A breached contract can result in significant business losses. The amount of the contract may not reflect lost business, missed opportunities, and other financial losses that can seriously hurt your bottom line. Unfortunately, these losses are not adequately reflected by the value of the breached contract. In some cases, the contract actually specifies a value for breach – an estimate known as “liquidated damages.” This pre-breach estimate rarely reflects the full value of your company’s financial losses. This is why many companies seek punitive damages in addition to their specific losses under the contract. Punitive damages are designed to punish the defendant for misconduct in order to deter such conduct in the future. They are not, however, available in most breach of contract cases. Learn more about punitive damages – and when they might be available to help mitigate your losses under a breached contract.
Can You Get Punitive Damages for Intentional or Malicious Breach?
In California, punitive damages are only available in a breach of contract case if the defendant has also committed an intentional tort. This means that mere negligence, or a poor choice to breach the contract, will not justify punitive damages on its own.
Intentional torts are civil offenses. Some of them are not likely to occur in a business scenario: assault, battery, and false imprisonment are intentional torts and could support a finding of punitive damage in theory. But these do not often occur in a breach of contract case. What is more common is torts such as fraud, conversion, and intentional interference with a contractual relationship. For example: imagine that your company entered into a contract to supply your customer with bottled water. In order to get out of the contract, the customer goes to the supplier and convinces it to stop selling you the plastic needed for your water bottle lids. This is intentional interference with a contractual relationship. In your breach of contract claim against your customer, you could prove the tort and make your case eligible for punitive damages (in addition to your specific losses under the contract).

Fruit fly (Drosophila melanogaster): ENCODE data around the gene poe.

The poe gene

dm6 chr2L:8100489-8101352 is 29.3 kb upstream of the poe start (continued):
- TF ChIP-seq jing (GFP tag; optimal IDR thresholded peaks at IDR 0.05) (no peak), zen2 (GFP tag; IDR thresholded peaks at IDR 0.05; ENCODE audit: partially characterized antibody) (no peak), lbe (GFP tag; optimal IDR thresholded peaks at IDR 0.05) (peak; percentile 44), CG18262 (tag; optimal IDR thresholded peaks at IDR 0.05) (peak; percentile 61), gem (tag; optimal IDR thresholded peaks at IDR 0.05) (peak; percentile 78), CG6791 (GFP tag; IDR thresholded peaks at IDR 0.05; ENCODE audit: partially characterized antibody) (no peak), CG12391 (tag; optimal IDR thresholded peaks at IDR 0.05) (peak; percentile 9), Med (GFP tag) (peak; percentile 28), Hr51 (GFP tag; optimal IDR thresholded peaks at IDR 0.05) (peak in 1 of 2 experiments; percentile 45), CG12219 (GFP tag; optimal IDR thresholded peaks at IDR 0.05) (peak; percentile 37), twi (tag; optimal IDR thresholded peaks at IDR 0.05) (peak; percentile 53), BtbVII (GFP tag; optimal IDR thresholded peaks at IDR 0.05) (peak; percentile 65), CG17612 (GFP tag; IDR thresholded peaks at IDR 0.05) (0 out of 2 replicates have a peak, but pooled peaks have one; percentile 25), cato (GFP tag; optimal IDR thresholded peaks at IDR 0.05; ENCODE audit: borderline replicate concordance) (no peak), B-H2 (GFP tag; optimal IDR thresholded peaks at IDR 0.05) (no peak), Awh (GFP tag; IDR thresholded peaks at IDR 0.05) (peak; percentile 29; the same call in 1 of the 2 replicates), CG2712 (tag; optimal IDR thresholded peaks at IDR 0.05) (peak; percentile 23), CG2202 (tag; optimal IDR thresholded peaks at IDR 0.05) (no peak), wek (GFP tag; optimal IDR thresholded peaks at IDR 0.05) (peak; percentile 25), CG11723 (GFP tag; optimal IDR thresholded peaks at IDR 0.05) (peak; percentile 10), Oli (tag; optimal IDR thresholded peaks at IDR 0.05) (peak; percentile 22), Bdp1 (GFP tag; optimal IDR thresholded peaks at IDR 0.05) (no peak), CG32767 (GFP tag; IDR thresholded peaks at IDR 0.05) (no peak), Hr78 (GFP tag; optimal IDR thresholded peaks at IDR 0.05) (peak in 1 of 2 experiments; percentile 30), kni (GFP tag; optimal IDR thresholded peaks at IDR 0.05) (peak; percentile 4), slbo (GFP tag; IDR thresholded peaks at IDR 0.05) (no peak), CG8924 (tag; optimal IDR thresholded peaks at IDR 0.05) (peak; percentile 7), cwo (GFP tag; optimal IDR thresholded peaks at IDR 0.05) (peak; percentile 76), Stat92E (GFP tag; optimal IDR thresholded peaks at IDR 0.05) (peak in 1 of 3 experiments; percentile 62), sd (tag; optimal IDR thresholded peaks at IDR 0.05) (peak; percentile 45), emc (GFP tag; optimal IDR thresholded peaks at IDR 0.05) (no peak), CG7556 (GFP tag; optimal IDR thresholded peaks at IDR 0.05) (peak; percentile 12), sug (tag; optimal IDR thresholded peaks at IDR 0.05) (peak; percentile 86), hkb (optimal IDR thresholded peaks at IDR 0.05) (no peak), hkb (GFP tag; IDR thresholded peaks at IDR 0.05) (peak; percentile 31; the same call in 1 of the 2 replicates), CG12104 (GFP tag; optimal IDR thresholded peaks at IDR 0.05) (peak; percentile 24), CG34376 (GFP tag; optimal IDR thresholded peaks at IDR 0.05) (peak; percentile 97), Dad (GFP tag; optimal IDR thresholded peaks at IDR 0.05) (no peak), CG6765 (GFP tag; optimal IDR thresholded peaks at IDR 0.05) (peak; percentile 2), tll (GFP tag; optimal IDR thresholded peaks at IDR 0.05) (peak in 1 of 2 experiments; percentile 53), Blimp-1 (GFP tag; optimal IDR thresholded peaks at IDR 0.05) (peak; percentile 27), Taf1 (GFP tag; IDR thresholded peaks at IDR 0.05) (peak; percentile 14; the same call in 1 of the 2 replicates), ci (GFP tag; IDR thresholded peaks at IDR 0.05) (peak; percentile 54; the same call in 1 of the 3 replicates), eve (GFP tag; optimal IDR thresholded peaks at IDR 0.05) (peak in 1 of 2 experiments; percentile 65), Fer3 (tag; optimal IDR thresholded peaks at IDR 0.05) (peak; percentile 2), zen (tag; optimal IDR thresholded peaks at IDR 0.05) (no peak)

Experienced California Business Lawyers For All Breach of Contract Cases
Breach of contract can be costly for both parties. If your business is the victim of breach, you need an attorney to help enforce your contractual rights and protect your financial interests (including punitive damages wherever possible). If your business intends to breach a contract, you need an attorney to advise you on the best way to mitigate your losses and minimize your liability for a breach. Your business might even have grounds to excuse the breach if it is due to circumstances beyond your control. The coronavirus pandemic has created many unique situations – some of which are likely to justify a breach of contract due to circumstances beyond the parties’ control. Our experienced attorneys can help all business owners understand and enforce their contractual rights. Contact Structure Law Group at (408) 441-7500 or contact us online.